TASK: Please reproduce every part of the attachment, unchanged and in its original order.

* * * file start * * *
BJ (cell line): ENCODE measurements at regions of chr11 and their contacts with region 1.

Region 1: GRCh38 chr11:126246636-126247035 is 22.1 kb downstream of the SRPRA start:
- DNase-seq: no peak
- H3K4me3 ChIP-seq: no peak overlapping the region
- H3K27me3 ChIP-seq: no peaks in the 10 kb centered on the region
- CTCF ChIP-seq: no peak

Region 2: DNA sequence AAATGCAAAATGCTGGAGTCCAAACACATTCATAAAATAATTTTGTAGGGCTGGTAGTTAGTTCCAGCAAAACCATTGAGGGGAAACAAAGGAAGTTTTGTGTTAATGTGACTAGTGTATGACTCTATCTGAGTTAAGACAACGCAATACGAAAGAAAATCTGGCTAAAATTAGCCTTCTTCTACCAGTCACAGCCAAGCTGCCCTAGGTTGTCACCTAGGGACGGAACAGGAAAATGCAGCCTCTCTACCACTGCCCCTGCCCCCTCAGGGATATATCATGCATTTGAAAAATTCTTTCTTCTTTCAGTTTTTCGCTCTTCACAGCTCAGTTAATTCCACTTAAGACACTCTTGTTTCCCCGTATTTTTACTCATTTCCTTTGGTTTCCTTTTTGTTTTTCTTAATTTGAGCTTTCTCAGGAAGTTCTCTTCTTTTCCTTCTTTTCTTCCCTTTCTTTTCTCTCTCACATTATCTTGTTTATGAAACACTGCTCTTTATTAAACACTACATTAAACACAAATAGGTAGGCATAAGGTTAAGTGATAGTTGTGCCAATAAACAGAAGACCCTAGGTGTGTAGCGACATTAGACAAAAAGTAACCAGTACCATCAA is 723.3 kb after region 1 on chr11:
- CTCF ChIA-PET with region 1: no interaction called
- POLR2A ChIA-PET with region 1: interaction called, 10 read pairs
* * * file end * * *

BJ (cell line): ENCODE measurements at regions of chr11 and their contacts with region 1.

Region 1: GRCh38 chr11:126246636-126247035 is 22.1 kb downstream of the SRPRA start:
- DNase-seq: no peak
- H3K4me3 ChIP-seq: no peak overlapping the region
- H3K27me3 ChIP-seq: no peaks in the 10 kb centered on the region
- CTCF ChIP-seq: no peak

Region 2: DNA sequence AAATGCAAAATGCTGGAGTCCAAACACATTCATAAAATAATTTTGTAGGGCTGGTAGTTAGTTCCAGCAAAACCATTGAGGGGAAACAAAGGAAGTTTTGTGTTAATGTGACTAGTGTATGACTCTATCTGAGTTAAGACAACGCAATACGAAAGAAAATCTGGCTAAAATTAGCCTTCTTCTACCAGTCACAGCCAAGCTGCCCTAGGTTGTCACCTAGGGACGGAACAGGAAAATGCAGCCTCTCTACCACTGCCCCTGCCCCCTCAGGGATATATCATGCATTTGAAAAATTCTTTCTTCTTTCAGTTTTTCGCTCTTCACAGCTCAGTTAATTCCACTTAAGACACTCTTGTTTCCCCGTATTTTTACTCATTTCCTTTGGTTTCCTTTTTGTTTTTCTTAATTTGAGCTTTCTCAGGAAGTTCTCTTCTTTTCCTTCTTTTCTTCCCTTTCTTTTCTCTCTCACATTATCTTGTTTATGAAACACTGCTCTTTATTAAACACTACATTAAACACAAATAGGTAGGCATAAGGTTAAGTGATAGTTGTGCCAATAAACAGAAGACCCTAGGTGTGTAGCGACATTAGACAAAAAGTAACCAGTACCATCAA is 723.3 kb after region 1 on chr11:
- CTCF ChIA-PET with region 1: no interaction called
- POLR2A ChIA-PET with region 1: interaction called, 10 read pairs